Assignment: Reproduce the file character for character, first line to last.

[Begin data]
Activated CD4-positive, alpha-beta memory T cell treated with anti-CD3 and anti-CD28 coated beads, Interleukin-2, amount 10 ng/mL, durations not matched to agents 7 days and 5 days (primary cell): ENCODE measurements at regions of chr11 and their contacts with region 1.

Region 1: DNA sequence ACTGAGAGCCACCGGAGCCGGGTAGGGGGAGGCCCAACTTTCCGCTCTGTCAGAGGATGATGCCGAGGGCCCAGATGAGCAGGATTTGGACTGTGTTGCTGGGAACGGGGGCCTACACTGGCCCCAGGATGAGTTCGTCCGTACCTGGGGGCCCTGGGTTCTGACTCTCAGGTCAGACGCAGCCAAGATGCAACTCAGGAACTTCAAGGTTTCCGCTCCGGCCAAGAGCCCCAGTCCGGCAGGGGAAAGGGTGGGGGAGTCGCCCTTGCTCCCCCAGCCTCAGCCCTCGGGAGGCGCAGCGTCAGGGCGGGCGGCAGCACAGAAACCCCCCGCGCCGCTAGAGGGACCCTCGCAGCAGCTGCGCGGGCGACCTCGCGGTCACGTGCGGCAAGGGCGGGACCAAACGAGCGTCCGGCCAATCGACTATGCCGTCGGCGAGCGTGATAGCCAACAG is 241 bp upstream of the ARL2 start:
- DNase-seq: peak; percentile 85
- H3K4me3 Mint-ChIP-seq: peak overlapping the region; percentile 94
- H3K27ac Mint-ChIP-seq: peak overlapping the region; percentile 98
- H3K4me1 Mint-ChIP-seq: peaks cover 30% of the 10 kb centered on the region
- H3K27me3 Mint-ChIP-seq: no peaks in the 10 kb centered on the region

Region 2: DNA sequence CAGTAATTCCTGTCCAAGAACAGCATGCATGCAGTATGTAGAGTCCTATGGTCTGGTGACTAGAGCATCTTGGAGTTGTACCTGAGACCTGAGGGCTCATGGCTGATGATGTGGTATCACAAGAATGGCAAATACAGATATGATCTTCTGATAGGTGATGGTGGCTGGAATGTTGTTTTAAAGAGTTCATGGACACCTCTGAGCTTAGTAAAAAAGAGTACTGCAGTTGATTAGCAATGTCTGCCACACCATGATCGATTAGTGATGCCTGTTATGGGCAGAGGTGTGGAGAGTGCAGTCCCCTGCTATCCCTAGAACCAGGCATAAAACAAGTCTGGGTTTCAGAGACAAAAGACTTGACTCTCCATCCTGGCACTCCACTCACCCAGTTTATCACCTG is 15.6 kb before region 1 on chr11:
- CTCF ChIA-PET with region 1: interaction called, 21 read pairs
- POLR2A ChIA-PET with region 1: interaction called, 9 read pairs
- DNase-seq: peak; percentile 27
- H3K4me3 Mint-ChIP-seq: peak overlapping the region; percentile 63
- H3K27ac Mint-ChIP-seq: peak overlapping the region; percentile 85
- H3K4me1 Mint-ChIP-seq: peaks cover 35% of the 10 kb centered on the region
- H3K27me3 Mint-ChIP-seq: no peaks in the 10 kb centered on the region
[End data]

Activated CD4-positive, alpha-beta memory T cell treated with anti-CD3 and anti-CD28 coated beads, Interleukin-2, amount 10 ng/mL, durations not matched to agents 7 days and 5 days (primary cell): ENCODE measurements at regions of chr11 and their contacts with region 1.

Region 1: DNA sequence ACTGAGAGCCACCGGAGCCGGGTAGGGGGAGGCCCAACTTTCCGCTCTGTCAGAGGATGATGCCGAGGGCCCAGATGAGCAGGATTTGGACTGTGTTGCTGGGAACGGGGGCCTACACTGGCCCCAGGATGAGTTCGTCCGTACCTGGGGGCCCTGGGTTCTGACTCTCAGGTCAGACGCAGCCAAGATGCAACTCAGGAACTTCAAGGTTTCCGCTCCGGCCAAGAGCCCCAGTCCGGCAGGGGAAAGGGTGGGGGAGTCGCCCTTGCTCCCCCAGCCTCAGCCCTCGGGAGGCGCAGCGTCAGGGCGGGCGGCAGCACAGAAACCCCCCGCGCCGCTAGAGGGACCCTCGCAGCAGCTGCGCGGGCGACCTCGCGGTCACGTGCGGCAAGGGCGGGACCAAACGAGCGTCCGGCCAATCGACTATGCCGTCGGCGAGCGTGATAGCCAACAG is 241 bp upstream of the ARL2 start:
- DNase-seq: peak; percentile 85
- H3K4me3 Mint-ChIP-seq: peak overlapping the region; percentile 94
- H3K27ac Mint-ChIP-seq: peak overlapping the region; percentile 98
- H3K4me1 Mint-ChIP-seq: peaks cover 30% of the 10 kb centered on the region
- H3K27me3 Mint-ChIP-seq: no peaks in the 10 kb centered on the region

Region 2: DNA sequence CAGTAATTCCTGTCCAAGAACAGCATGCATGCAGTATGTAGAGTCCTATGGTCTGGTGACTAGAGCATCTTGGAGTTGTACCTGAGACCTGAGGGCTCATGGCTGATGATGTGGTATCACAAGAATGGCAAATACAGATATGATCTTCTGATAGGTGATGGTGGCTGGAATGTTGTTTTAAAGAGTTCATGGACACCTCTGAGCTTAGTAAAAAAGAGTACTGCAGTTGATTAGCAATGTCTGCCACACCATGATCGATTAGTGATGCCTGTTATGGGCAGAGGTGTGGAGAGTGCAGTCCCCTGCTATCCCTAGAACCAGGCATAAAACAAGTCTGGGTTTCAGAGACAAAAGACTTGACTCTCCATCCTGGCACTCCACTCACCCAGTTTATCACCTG is 15.6 kb before region 1 on chr11:
- CTCF ChIA-PET with region 1: interaction called, 21 read pairs
- POLR2A ChIA-PET with region 1: interaction called, 9 read pairs
- DNase-seq: peak; percentile 27
- H3K4me3 Mint-ChIP-seq: peak overlapping the region; percentile 63
- H3K27ac Mint-ChIP-seq: peak overlapping the region; percentile 85
- H3K4me1 Mint-ChIP-seq: peaks cover 35% of the 10 kb centered on the region
- H3K27me3 Mint-ChIP-seq: no peaks in the 10 kb centered on the region